The case of Archbishop Abbot raises the related issue of bearing arms for sport and hunting. Again, the issue is not the general morality or permissibility of hunting. There is no prohibition at all in general on hunting nor any implication that hunting is at all inappropriate for Christians. There is, also less of a canonical or traditional argument against clerical hunting than against clerical violence against human beings. Nevertheless, because of the danger of accident and the common use of arms in warfare and hunting, hunting has generally been seen as something inappropriate or unfitting or distasteful for the clergy. In some periods and places hunting by the clergy has been simply and explicitly prohibited by the Church. Sometimes hunting has been tolerated but discouraged. The ‘hunting parson’ usually was a figure of fun or disdain in English literature rather than anything worse.[xv] As a clergyman probably should not walk into a casino in a clerical collar, so he probably should avoid hunting, unless perhaps from necessity to feed or support life. No hard and fast and exceptionless rule, however, seems possible in regard to clerical hunting. The matter is like gambling: tolerable in general, but not to be encouraged and generally rather inappropriate for the clergy.
[i] H.R. Trevor-Roper. Archbishop Laud 1573-1645. Hamden, Connecticut: Archon, 1963. 2nd edition. Page 58.
[ii] Charles Carlton. Charles I: The Personal Monarch. London: Ark Paperbacks, 1983. Page 72.
[iii] Trevor-Roper. Op. Cit. Page 59. Williams also certainly would have liked Abbot’s job for himself, but that is another matter.
[iv] See my post elsewhere in this blog on capital punishment and Pope Francis: https://anglicancatholicliturgyandtheology.wordpress.com/2018/09/20/the-pope-and-capital-punishment/
[v] See my post elsewhere in this blog on the subject of just war: https://anglicancatholicliturgyandtheology.wordpress.com/2017/09/14/just-war-theory-a-basic-introduction/
[vi] Codex Iuris Canonici. Vatican, 1948. Page 39. Translation: ‘[Clerics] should not volunteer in secular armies, except with the permission of the local Ordinary, which they might do in order to be free of any earlier draft; nor should they become involved in civil wars or disturbances of the public order in any way.’ The current Roman Code reads, ‘As military service ill befits the clerical state, clerics and candidates for sacred orders are not to volunteer for the armed services without the permission of their Ordinary.’ (Canon 289.1) The permitted service, of course, is as chaplains, not combatants.
[vii] ‘WAR, Participation of the Clergy in’ in The Oxford Dictionary of the Christian Church. Oxford, 1983. 2nd edition. Page 1460.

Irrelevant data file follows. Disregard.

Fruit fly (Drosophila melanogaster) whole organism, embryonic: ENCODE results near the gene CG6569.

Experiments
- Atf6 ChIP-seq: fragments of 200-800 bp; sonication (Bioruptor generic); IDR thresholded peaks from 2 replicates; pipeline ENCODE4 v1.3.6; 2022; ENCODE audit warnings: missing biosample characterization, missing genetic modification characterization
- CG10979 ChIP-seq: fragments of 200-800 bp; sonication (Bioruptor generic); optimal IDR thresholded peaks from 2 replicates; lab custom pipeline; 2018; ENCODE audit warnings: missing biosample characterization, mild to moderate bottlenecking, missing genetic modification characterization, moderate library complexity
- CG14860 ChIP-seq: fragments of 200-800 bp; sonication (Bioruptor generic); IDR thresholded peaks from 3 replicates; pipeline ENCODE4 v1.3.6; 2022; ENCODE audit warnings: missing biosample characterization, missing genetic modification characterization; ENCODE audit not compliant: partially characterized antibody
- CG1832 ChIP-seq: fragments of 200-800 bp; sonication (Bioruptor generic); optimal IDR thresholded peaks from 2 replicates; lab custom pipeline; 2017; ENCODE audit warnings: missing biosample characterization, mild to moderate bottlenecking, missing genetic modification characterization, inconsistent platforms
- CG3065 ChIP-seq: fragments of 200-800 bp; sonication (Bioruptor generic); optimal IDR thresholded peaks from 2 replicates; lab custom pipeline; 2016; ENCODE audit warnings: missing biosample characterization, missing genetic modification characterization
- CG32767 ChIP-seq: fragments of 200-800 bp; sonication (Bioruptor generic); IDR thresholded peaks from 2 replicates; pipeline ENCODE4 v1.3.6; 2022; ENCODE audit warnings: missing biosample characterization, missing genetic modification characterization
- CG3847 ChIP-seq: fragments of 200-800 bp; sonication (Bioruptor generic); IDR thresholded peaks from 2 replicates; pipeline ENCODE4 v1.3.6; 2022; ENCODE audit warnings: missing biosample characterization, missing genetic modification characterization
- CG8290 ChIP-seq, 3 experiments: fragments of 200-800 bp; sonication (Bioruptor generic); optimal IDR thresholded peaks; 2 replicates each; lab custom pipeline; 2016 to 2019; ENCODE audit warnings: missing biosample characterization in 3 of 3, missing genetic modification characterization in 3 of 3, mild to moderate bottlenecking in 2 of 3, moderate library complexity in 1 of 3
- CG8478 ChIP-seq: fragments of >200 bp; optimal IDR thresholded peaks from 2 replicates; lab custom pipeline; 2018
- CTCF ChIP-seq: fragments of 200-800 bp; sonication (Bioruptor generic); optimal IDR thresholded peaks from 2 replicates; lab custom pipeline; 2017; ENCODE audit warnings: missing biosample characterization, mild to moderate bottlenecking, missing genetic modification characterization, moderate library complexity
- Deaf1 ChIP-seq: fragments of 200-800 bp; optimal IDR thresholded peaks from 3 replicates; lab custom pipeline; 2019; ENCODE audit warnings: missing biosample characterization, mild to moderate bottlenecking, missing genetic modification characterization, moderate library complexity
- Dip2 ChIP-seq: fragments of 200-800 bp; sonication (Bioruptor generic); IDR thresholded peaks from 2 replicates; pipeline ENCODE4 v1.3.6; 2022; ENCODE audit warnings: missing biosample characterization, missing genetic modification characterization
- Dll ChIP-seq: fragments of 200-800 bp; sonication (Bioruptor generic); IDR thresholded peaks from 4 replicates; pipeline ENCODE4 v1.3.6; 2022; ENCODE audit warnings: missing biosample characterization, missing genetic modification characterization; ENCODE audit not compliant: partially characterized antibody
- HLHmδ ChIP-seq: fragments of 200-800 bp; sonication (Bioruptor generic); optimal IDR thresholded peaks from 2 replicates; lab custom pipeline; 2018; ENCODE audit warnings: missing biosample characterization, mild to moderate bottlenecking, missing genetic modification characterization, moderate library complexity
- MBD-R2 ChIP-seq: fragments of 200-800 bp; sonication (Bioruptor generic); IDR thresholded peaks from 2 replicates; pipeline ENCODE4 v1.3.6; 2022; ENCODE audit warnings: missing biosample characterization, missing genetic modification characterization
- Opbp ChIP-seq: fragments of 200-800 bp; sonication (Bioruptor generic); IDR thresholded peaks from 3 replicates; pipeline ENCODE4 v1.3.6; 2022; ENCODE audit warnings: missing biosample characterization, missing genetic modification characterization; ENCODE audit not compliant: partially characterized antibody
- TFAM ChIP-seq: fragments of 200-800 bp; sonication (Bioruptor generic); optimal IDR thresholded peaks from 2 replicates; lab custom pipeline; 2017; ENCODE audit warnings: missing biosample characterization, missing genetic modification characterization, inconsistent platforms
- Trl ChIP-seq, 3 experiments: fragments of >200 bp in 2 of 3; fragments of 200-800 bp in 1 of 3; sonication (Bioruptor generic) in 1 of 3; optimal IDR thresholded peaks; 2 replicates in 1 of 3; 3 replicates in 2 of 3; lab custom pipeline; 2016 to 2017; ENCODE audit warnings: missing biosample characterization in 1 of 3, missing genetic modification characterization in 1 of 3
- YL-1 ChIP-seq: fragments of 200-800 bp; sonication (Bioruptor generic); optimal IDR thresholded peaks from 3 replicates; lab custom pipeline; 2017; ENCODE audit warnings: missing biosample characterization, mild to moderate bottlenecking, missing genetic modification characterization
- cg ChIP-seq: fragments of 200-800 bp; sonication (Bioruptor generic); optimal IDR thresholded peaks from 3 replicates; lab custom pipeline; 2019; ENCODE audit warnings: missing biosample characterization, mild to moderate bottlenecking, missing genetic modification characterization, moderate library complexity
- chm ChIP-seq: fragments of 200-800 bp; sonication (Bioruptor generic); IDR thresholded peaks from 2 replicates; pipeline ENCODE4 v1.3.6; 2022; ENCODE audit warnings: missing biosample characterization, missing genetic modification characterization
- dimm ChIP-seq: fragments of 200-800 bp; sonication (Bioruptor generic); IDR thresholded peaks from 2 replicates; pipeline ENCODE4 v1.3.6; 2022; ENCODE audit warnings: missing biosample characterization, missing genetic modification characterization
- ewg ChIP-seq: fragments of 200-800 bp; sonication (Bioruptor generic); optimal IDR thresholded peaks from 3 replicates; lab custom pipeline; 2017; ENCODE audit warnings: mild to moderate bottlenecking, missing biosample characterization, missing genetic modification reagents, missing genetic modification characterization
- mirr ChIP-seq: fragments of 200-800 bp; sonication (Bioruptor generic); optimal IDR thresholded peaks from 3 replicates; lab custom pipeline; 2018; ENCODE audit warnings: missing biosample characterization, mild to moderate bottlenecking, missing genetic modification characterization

[viii] Reprinted by the Parker Society. Oxford: Parker, 1851. Two Volumes.
[ix] Ibid., Volume II, page 8.
[x] Ibid., Volume II, page 44.
[xi] Ibid., Volume II, page 62.
[xii] Some years ago I heard the late Senator John McCain say that he once had opposed military service by women, but that he had come to believe that they had ‘much to offer’ the defense of the United States. What women can or might offer the defense of the nation is not, however, the main issue. Does a nation that permits women in combat deserve defense? At present the prohibition of women in combat is in slow retreat, not least because restriction from service in such roles slows promotion in a career many women desire. The women affected by such retreat are volunteers, at present, so the change largely goes unchallenged. I suspect that this development, along with the total egalitarianism of most modern feminists, would evaporate quickly in the face of a shooting war and a universal military draft. Under current legal and social norms, it is impossible to see how a male-only draft could survive legal challenge. I think only a morally bankrupt nation would accept the inevitable consequences of its currently regnant legal and social principles. Those consequences would include both young women universally subject to a future military draft and also women in combat.
[xiii] See E.J. Bicknell. A Theological Introduction to the Thirty-Nine Articles of the Church of England. London: Longmans, Green, 1955. Third edition, revised by H.J. Carpenter. Page 441.
[xiv] There are many reasons for gun ownership, including hunting, target shooting, and repulsion of crime or self-defense. To these one should add the deterrent effect of gun ownership, since the mere fact of widespread gun ownership tends to deter property crime in particular. Of these reasons, the repulsion, as distinguished from the deterrence, of crime is in fact the most unlikely. A gun owner is less likely to use his weapon to repulse an attack than he is to use the weapon in question for suicide or homicide or than he is to suffer (himself or in the case of a loved one) from its accidental use. Given these facts, clerical possession of arms under color of family defense seems difficult to justify.
[xv] Consider this passage from Anthony Trollope’s Framley Parsonage (Chapter III, ‘Chaldicotes’):
‘We have six or seven gentlemen here, Mr. Robarts, and they always go out hunting before breakfast, and they never come back – I was going to say – till after dinner. I wish it were so, for then we should not have to wait for them….But perhaps, Mr. Robarts, you are as bad as the rest; perhaps you, too, will be hunting to-morrow.’
‘My dear Mrs. Smith!’ said Mrs. Proudie, in a tone denoting slight reproach, and modified horror.’
‘Oh! I forgot. No, of course, you won’t be hunting, Mr. Robarts; you’ll only be wishing that you could.’
‘Why can’t he?’ said the lady, with a loud voice.
‘My dear Miss Dunstable! A clergyman hunt, while he is staying in the same house with the bishop? Think of the proprieties!’
‘Oh – ah! The bishop wouldn’t like it – wouldn’t he? Now, do tell me, sir, what would the bishop do to you if you did hunt?’
‘It would depend upon his mood at the time, madam,’ said Mr. Robarts. ‘If that were very stern, he might perhaps have me beheaded before the palace gates.’
Likewise in The Claverings a hunting parson, the Rev’d Mr. Clavering, gives up his hunting ways under pressure from Bishop Proudie (and Mrs. Proudie). The narrator makes clear that while he disapproves of hunting parsons, he also disapproves of the Proudies.